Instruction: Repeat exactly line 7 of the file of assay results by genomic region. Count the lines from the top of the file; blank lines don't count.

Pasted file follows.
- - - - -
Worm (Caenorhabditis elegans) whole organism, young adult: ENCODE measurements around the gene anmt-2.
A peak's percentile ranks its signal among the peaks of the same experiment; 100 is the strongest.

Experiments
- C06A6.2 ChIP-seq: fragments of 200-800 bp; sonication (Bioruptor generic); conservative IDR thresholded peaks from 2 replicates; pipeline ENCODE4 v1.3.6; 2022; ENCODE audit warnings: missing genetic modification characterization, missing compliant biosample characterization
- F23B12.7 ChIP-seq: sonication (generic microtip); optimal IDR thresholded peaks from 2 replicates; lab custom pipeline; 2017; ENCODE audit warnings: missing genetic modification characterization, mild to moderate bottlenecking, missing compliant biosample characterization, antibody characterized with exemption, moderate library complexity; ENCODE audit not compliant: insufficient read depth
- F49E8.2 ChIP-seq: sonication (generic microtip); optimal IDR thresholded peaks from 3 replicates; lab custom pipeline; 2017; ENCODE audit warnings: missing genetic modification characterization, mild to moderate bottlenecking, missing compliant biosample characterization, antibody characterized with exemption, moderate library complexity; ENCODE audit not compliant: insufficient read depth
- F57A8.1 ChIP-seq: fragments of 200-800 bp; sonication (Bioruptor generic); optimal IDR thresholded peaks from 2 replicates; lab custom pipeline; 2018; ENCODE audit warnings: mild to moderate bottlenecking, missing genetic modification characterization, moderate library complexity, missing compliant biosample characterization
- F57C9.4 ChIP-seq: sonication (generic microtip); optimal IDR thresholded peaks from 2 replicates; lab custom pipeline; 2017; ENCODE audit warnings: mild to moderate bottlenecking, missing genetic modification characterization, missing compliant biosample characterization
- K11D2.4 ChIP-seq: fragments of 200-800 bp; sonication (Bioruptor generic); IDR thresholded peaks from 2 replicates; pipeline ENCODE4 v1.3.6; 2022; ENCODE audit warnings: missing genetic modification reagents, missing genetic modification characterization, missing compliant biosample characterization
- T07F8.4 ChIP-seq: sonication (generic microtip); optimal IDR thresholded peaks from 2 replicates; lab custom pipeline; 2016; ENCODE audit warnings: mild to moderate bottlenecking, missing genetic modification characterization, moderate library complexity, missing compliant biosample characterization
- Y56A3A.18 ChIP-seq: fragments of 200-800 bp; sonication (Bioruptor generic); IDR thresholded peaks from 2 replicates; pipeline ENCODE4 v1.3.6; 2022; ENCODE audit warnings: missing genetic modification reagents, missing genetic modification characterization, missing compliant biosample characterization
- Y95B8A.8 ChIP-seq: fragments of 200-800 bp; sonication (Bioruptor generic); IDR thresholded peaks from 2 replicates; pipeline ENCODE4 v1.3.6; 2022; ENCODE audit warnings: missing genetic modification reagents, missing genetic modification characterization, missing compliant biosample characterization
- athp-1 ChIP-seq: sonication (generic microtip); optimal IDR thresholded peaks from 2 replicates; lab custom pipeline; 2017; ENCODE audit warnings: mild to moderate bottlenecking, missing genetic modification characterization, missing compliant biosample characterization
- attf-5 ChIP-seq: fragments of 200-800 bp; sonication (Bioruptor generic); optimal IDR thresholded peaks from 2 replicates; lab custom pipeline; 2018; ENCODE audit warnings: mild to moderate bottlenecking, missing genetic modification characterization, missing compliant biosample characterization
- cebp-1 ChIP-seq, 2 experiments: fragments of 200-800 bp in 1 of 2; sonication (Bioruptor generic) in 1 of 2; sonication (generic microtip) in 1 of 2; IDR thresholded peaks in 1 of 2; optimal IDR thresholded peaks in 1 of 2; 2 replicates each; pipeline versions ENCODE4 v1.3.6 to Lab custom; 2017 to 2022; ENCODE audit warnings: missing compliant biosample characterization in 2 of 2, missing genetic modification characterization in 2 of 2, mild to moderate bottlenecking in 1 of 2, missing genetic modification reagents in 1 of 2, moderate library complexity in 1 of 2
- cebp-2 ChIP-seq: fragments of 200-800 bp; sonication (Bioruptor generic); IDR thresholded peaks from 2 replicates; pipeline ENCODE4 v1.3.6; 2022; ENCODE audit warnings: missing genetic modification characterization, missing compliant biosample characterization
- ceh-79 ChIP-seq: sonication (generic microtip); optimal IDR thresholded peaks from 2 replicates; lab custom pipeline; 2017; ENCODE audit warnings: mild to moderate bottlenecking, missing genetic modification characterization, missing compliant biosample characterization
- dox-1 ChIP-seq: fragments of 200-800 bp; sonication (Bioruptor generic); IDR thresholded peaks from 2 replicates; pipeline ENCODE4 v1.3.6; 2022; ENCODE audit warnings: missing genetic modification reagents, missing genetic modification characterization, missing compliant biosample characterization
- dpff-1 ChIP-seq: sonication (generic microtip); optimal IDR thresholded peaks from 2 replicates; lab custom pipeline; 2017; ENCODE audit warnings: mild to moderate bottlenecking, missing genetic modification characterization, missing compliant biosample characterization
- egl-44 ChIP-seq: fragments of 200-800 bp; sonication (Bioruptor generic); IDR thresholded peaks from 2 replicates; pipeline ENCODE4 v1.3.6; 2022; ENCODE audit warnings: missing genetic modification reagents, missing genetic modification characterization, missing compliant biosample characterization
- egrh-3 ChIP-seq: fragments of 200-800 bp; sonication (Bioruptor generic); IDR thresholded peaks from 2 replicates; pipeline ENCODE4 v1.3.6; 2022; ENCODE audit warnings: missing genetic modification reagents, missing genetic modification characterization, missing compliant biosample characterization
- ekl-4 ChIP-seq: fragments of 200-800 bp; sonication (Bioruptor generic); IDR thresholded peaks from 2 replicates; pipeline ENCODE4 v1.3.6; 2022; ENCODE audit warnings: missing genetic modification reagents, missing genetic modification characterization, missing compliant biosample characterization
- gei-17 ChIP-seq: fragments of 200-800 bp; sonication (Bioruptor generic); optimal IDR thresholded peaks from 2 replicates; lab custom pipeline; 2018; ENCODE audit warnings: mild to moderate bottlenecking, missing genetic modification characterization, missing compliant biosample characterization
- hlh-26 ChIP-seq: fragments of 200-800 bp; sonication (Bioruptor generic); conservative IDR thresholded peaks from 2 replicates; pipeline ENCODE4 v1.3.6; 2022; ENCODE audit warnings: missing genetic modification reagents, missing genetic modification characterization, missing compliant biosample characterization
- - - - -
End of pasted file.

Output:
- F57A8.1 ChIP-seq: fragments of 200-800 bp; sonication (Bioruptor generic); optimal IDR thresholded peaks from 2 replicates; lab custom pipeline; 2018; ENCODE audit warnings: mild to moderate bottlenecking, missing genetic modification characterization, moderate library complexity, missing compliant biosample characterization